In the case of Young's video, I doubt that what's being specifically lauded is its viddishness -- that is, his use of the music video format per se with reedited clips from a mainstream media source -- much less its technical merits relative to those of vidders. Rather, the video's place in the show reflects its relative success in using the established tools of appropriation art in the service of an established thematic interest in representations of masculinity. In other words, Young succeeded in making something that recognizably looks and works like an art video that happens to take a form extremely similar to vidding. And again, that's almost predictable to the extent that many of the core practices of vidding arguably date back much further than the '70s. This blog post from an Australian film course even explicitly makes an interesting case for Joseph Cornell's famous Rose Hobart (1936) as a proto-vid.

It seems obvious to say that the vids that do things and the vidders that say things that the art world is able to recognize as congruent with its own interests, values, histories, aesthetics, and discourses will be the ones most likely to achieve recognition from the art world. Then again, the art world is nothing if not insular, narcissistic, and tautological. It's more difficult to imagine how the art world might take up vidding as a form and community with its own interests, values, histories, aesthetics, and discourses deserving of recognition on its own terms, rather than cherrypicking specific works and creators as artworthy with at best a semi-condescending nod to their roots and traditions. One potentially instructive historical comparison might be how the art world has absorbed other forms originating outside of its orbit such as graffiti art.


crypto: Amy Pond (Default)
[ profile] tishaturk just posted the text of her talk from the recent IP/Gender Symposium on "Female Fan Culture and Intellectual Property" (see additional links at her post). The whole event sounded really interesting, with a lot of great talks and discussion.

Tisha's presentation explored how narrative theory could contribute to understanding vidding as fair use in the context of copyright law. She argues that:

What this means is that even if a vidder doesn't change the story of a show -- even if her vid is mere recapitulation -- she is changing the narrative by changing the discourse; she is always re-narrating, re-telling. Sometimes "retelling" means telling-against-the-grain; sometimes it simply means telling-again. Either way, a vid is always a transformation of the narrative on which it's based.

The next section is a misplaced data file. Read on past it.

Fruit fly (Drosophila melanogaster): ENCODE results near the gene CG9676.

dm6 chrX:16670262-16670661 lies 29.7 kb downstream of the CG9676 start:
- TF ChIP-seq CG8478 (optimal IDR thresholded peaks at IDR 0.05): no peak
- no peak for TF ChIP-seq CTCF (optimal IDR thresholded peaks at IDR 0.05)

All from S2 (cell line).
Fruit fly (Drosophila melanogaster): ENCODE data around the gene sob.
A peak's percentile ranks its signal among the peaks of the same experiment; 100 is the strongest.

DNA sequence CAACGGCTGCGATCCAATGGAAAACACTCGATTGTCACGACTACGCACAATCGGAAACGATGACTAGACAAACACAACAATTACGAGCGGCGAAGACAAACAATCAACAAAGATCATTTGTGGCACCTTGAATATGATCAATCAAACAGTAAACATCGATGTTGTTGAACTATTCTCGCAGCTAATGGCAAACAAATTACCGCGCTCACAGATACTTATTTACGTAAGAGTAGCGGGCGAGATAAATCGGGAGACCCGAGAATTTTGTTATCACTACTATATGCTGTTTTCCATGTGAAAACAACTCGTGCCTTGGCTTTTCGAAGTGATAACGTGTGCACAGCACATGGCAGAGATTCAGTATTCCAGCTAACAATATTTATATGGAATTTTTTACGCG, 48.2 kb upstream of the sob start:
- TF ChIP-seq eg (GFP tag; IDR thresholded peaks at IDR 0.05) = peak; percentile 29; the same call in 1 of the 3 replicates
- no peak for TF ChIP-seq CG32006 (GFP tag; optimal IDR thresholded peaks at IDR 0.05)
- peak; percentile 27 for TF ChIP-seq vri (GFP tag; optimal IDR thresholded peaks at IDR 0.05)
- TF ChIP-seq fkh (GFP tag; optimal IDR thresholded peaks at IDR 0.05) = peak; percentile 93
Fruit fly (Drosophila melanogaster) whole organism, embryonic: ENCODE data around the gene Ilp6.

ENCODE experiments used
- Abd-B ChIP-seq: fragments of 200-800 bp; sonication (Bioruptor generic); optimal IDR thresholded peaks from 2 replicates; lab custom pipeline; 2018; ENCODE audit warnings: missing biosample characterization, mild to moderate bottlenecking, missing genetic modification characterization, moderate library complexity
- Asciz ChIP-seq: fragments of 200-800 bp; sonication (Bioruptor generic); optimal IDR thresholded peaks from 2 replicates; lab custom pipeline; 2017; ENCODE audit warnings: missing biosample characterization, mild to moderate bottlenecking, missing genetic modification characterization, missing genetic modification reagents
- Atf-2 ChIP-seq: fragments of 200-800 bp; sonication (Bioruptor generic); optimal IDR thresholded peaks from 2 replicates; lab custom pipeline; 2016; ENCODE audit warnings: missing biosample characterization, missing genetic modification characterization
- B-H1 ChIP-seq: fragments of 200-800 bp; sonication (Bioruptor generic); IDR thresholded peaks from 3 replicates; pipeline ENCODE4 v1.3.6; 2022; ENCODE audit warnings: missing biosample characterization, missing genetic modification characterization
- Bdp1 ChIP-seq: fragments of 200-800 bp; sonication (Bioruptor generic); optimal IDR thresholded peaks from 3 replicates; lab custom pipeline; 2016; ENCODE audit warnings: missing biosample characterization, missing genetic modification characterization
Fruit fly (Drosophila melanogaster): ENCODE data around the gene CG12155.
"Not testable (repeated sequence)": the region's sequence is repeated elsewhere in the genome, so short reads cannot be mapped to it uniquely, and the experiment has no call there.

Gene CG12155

I like this insight, though perversely I can't help but wonder if there are counter-examples. Are all vids automatically transformative? cut for -- wait for it -- tl;dr as usual )

I certainly wouldn't argue that the latter genre of vids don't warrant protetction as fair use viz. the song, yet the case here for transformation seems significantly weaker. To assert de facto transformation of the song by sheer virtue of a novel juxtaposition with video clips feels a bit torturous if not disingenuous. And making the concept of "transformative" so elastic and all-encompassing for the purposes of legal advocacy surely dilutes its critical value: if virutally everything is transformative, then tranformativity itself becomes banal and uninteresting.

So basically I wonder if the strategic embrace of transformativeness and fair use has some pitfalls or potential unintended consequences. Not that I have any better suggestions! Just -- reservations which I'm still trying to tease out.

[In the meantime, my first ever poll is currently open on my Dreamwidth journal. I'm still proud that I restrained myself from making a poll about what kind of poll to make. Though I do kind of want to use the poll feature for a Garden of Forking Paths "vote on what happens next!" story.]